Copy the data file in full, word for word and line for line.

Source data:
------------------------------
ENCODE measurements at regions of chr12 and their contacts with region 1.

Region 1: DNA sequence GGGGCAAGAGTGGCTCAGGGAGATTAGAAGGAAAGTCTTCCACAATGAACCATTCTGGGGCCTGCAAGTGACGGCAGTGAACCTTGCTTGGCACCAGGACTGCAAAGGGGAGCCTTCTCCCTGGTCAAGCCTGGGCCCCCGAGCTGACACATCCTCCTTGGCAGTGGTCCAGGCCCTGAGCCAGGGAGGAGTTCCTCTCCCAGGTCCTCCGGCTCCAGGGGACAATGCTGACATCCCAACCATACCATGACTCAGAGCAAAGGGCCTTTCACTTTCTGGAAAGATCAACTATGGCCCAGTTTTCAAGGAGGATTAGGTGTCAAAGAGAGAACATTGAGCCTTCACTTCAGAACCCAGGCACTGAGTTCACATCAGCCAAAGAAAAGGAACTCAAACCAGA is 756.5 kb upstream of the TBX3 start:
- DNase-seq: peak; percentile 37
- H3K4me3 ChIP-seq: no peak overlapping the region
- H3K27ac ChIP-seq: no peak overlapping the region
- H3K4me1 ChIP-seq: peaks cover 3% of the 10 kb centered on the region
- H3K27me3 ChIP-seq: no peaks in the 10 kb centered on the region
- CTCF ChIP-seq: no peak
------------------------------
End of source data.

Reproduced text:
ENCODE measurements at regions of chr12 and their contacts with region 1.

Region 1: DNA sequence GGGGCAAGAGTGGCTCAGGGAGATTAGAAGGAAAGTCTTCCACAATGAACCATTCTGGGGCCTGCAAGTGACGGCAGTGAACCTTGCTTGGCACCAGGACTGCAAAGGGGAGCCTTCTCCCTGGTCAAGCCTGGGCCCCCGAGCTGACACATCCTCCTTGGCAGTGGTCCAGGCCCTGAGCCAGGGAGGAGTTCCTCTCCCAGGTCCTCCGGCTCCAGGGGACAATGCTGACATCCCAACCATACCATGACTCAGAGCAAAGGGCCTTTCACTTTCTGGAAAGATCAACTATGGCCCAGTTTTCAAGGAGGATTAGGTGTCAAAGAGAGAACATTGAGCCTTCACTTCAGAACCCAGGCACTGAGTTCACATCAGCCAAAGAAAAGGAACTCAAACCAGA is 756.5 kb upstream of the TBX3 start:
- DNase-seq: peak; percentile 37
- H3K4me3 ChIP-seq: no peak overlapping the region
- H3K27ac ChIP-seq: no peak overlapping the region
- H3K4me1 ChIP-seq: peaks cover 3% of the 10 kb centered on the region
- H3K27me3 ChIP-seq: no peaks in the 10 kb centered on the region
- CTCF ChIP-seq: no peak